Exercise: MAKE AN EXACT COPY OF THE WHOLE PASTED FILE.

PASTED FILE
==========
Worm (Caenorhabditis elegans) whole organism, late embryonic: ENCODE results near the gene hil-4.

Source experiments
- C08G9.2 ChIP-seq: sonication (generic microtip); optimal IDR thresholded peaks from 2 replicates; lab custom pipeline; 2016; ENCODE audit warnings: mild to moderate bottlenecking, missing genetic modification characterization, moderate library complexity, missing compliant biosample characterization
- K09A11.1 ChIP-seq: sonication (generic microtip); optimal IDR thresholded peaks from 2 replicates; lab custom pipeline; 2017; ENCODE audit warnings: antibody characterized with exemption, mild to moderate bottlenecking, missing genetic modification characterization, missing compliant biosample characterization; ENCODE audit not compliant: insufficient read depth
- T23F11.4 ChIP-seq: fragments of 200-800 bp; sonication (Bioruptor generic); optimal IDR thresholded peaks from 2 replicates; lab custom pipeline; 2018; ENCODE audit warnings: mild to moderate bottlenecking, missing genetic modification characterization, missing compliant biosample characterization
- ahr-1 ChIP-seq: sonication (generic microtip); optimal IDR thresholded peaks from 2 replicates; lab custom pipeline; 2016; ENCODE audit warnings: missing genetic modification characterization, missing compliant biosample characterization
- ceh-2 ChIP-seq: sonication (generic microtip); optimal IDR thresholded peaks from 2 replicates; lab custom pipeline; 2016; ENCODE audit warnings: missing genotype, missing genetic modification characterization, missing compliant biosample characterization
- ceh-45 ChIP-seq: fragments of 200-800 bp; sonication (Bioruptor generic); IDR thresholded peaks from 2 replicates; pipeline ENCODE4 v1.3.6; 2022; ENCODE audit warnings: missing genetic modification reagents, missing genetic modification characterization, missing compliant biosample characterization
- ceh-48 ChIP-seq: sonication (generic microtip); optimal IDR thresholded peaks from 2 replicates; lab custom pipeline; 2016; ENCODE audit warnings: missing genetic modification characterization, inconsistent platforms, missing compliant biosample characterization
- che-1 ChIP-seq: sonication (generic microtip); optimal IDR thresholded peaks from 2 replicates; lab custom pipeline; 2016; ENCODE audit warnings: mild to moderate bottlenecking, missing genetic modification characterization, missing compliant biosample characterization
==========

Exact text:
Worm (Caenorhabditis elegans) whole organism, late embryonic: ENCODE results near the gene hil-4.

Source experiments
- C08G9.2 ChIP-seq: sonication (generic microtip); optimal IDR thresholded peaks from 2 replicates; lab custom pipeline; 2016; ENCODE audit warnings: mild to moderate bottlenecking, missing genetic modification characterization, moderate library complexity, missing compliant biosample characterization
- K09A11.1 ChIP-seq: sonication (generic microtip); optimal IDR thresholded peaks from 2 replicates; lab custom pipeline; 2017; ENCODE audit warnings: antibody characterized with exemption, mild to moderate bottlenecking, missing genetic modification characterization, missing compliant biosample characterization; ENCODE audit not compliant: insufficient read depth
- T23F11.4 ChIP-seq: fragments of 200-800 bp; sonication (Bioruptor generic); optimal IDR thresholded peaks from 2 replicates; lab custom pipeline; 2018; ENCODE audit warnings: mild to moderate bottlenecking, missing genetic modification characterization, missing compliant biosample characterization
- ahr-1 ChIP-seq: sonication (generic microtip); optimal IDR thresholded peaks from 2 replicates; lab custom pipeline; 2016; ENCODE audit warnings: missing genetic modification characterization, missing compliant biosample characterization
- ceh-2 ChIP-seq: sonication (generic microtip); optimal IDR thresholded peaks from 2 replicates; lab custom pipeline; 2016; ENCODE audit warnings: missing genotype, missing genetic modification characterization, missing compliant biosample characterization
- ceh-45 ChIP-seq: fragments of 200-800 bp; sonication (Bioruptor generic); IDR thresholded peaks from 2 replicates; pipeline ENCODE4 v1.3.6; 2022; ENCODE audit warnings: missing genetic modification reagents, missing genetic modification characterization, missing compliant biosample characterization
- ceh-48 ChIP-seq: sonication (generic microtip); optimal IDR thresholded peaks from 2 replicates; lab custom pipeline; 2016; ENCODE audit warnings: missing genetic modification characterization, inconsistent platforms, missing compliant biosample characterization
- che-1 ChIP-seq: sonication (generic microtip); optimal IDR thresholded peaks from 2 replicates; lab custom pipeline; 2016; ENCODE audit warnings: mild to moderate bottlenecking, missing genetic modification characterization, missing compliant biosample characterization